Syndemics centre stage at OHTN Conference, (“But what are syndemics?” I hear you say)
Bob Leahy was at the Ontario HIV Treatment Network Endgame conference this week where the role of inter-related factors that affect HIV transmission and treatment were the topic.
OHTN board chair Tony DiPede opening the conference
Before Ron Stall, a Pittsburgh academic, promoted the term “syndemics”, it was hardly on the HIV health sector’s radar. Now it most definitely is, particularly on that of those who work in gay men’s sexual health. Its latter day influence is remarkable. Thus in 2016 we see prominent HIV conferences like this week's in Toronto, held in downtown’s venerable King Edward Hotel, entirely devoted to it.
So to backtrack, what are syndemics? To quote a description of his work “Dr. Stall has become interested in the combined effects of multiple psychosocial epidemics, or “syndemics” in driving HIV risk . . how structural factors increase the prevalence of syndemic conditions among gay men and their relationship to the development of psychosocial health problems and how the study of syndemics might be used to inform combination HIV prevention models.”
Still confused? Here’s how Wikipedia defines it: “A syndemic is the aggregation of two or more diseases in a population in which there is some level of positive biological interaction that exacerbates the negative health effects of any or all of the diseases.”
Even simpler? It’s a bunch of life factors working with each other to make it worse for the susceptible. For those who work in the field, knowing about syndemics helps to provide a stronger response to addressing HIV transmission risk in the community. Systemic problems like untreated mental health issues, addictions, heterosexism, social isolation, poverty are typical culprits, but the list can be extensive.
The impact is that it makes it a more difficult proposition to get the HIV epidemic under control, As if to illustrate just this, the conference opened with a review of Ontario HIV’s latest new HIV infection numbers; the last two years show a rising trend after a period of relative stability. (Some might argue this reflects deliberately ramped-up testing producing and thus more positive test results. Who knows?)
Meanwhile treatment cascade data, briefly shared at the conference opening, seems to indicate we have a long way to go here in Ontario, with only 60% (?) of those who know that they are positive having an undetectable viral load. Within that context efforts to reach 90-90-90 by 2020 would seem to provide Ontario with an ongoing challenge. (How is Canada as a whole doing? We just don’t know. But expect to see more on December 1, World AIDS Day.)
That’s not to say Ontario doesn’t have some good data on other aspects of what life looks like for people living with HIV within the province. We are privileged to have The Ontario Cohort Study, an almost 5,000 strong subset of people living with HIV in the Province, including myself, whose progress is followed in some detail. Thus we know 28.5% of us experience depression, 27% have hazardous alcohol use issues, 40% smoke cigarettes, 57% people get by on under $20,000 a year, 25% have a history of trauma and 50% have to deal with housing instability. Why is this important? We know that a higher incidence of syndemic factors like this leads to increased risk behavior, but also complicates, once diagnosed, engagement in the health care system and ultimately, in adhering to treatment and attaining an undetectable viral load.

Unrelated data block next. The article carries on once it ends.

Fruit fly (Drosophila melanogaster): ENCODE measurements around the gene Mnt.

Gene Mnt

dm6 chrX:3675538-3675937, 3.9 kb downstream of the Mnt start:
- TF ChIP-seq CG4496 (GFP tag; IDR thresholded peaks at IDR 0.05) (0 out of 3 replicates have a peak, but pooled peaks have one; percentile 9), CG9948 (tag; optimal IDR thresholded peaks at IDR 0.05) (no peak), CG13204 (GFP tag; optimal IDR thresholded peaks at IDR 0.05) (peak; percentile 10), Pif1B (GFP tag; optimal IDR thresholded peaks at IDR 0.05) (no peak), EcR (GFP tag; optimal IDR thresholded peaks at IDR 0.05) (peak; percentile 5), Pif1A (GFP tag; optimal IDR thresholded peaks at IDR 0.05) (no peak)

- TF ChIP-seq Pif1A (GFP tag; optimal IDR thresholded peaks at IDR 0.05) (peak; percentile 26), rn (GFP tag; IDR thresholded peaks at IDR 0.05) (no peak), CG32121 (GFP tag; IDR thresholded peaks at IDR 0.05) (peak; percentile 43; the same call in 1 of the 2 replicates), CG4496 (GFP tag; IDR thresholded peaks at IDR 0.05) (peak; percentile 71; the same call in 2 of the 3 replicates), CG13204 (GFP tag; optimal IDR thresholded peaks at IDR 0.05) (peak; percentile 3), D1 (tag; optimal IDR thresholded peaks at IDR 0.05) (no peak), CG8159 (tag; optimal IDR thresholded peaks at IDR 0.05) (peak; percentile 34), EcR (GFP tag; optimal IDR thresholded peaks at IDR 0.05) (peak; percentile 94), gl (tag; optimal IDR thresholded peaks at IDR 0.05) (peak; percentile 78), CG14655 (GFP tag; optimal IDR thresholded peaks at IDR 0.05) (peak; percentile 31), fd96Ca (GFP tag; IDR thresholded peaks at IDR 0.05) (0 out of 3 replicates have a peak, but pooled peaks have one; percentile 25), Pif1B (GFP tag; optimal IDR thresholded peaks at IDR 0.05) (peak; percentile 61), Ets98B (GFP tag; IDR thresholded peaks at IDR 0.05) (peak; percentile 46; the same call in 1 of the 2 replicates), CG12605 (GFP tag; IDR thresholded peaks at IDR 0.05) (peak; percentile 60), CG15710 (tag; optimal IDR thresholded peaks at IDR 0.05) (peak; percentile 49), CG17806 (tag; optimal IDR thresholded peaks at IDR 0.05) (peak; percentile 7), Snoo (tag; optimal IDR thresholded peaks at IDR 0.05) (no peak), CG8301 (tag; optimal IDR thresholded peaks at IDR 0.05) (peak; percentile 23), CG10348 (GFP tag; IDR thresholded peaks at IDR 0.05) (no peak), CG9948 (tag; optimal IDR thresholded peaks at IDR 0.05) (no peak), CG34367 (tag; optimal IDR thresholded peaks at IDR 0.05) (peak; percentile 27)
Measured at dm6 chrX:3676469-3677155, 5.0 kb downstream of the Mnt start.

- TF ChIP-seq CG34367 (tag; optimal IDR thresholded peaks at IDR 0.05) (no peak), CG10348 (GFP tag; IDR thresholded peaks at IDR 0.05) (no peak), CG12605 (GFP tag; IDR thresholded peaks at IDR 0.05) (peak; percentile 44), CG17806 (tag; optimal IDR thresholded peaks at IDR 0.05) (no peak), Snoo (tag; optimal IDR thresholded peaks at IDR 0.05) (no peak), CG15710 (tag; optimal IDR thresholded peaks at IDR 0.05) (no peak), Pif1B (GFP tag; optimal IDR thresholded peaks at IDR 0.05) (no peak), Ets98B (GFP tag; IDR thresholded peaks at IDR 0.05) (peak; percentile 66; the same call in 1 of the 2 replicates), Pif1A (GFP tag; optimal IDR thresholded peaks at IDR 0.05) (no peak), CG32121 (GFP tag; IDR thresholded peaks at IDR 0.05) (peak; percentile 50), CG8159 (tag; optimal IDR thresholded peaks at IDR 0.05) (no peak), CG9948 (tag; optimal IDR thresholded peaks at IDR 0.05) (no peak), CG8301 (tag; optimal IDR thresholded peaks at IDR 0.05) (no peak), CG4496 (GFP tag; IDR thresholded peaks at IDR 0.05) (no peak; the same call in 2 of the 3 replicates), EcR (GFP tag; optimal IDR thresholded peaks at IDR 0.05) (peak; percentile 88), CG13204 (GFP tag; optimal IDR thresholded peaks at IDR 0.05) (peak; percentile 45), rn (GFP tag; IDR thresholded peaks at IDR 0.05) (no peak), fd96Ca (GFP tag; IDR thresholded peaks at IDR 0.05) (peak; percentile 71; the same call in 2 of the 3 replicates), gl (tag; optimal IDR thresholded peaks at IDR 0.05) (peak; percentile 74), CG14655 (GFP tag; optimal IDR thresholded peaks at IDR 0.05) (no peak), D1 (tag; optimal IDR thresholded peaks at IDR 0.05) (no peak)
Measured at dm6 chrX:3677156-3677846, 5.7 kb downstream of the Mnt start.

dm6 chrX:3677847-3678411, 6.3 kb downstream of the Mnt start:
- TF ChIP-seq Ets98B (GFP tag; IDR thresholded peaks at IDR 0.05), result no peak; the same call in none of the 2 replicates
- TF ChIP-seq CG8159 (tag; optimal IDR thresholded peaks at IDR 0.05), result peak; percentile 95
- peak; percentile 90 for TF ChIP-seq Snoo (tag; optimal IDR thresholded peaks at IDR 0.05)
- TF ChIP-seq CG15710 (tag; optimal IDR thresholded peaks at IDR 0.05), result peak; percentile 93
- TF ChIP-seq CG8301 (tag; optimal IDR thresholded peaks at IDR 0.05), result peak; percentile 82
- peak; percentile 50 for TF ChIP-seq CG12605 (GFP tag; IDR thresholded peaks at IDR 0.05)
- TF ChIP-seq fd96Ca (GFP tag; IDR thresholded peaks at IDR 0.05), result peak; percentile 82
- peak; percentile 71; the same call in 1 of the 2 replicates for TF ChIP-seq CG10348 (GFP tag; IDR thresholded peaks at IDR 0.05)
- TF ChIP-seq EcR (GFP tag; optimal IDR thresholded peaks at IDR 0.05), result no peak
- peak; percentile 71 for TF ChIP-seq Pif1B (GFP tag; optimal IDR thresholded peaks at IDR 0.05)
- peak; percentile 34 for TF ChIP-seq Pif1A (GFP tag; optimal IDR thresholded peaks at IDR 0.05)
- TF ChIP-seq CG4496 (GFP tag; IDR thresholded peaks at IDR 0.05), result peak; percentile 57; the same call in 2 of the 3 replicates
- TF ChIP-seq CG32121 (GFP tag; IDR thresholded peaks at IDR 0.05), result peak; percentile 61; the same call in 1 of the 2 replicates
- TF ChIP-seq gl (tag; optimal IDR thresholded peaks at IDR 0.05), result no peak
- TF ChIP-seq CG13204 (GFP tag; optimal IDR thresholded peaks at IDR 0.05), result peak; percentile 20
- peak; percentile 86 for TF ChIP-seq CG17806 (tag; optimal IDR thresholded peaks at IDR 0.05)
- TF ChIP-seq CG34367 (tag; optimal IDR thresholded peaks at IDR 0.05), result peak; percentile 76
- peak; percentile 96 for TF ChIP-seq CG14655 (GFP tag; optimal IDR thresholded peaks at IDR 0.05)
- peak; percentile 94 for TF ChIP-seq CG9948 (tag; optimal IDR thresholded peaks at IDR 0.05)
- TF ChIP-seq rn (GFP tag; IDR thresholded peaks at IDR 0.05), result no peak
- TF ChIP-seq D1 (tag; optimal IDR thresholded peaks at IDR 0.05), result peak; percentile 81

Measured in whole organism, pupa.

That, in broad strokes is what the conference addressed very well in dozens of sessions, even extending to the impact of art, film making and performance. Some of that material will appear online in due course, so I will not go into individual session content. I will say that the OHTN is good - very good - at this kind of thing, bringing in speakers both Canadian and from around the world, often outstanding in their field. The OHTN also works hard to make this a community dialogue, bringing in dozens of people living with HIV by way of scholarships that cover their travel and accommodation. Not only that the OHTN ensures the experience is intelligible, even for conference newbies. It’s an exemplary process.
There was some sadness too, a chance to acknowledge those no longer with us. Because this year has been marked by too many deaths of those well known in the community, this year’s conference was dedicated to “the peer research associates we have lost over the past months - and to all peer research assistants.” Positive Lite.com social media guru Wayne Bristow is one such associate who fortunately is still with us.
For those people living with HIV not so far connected and who live in Ontario, I’d encourage you to apply next time the scholarship application process rolls around. We will post a link to it on our site. If you are connected to an AIDS Service Organization make sure they are committed to keeping people living with HIV informed of opportunities to attend these kind of events free of charge.
Not that for those attending, it doesn’t raise issues of privilege which it behooves each of us to acknowledge. For those of us, like myself, coming from out of town, we stayed at the conference host hotel, the swanky King Edward (left) in downtown Toronto. We were fed in the manner grand hotels like this feed their guests. We slept on beautiful linens. Understand there are very practical reasons why conferences like this are not held at out-of-the-way budget hotels. But not acknowledging the privilege of being there, and treated very well in the process, isn’t doing the right thing.
So here is a very public thank you to the OHTN for including so many people living with HIV in the process and providing a unique learning opportunity they and we should be proud of.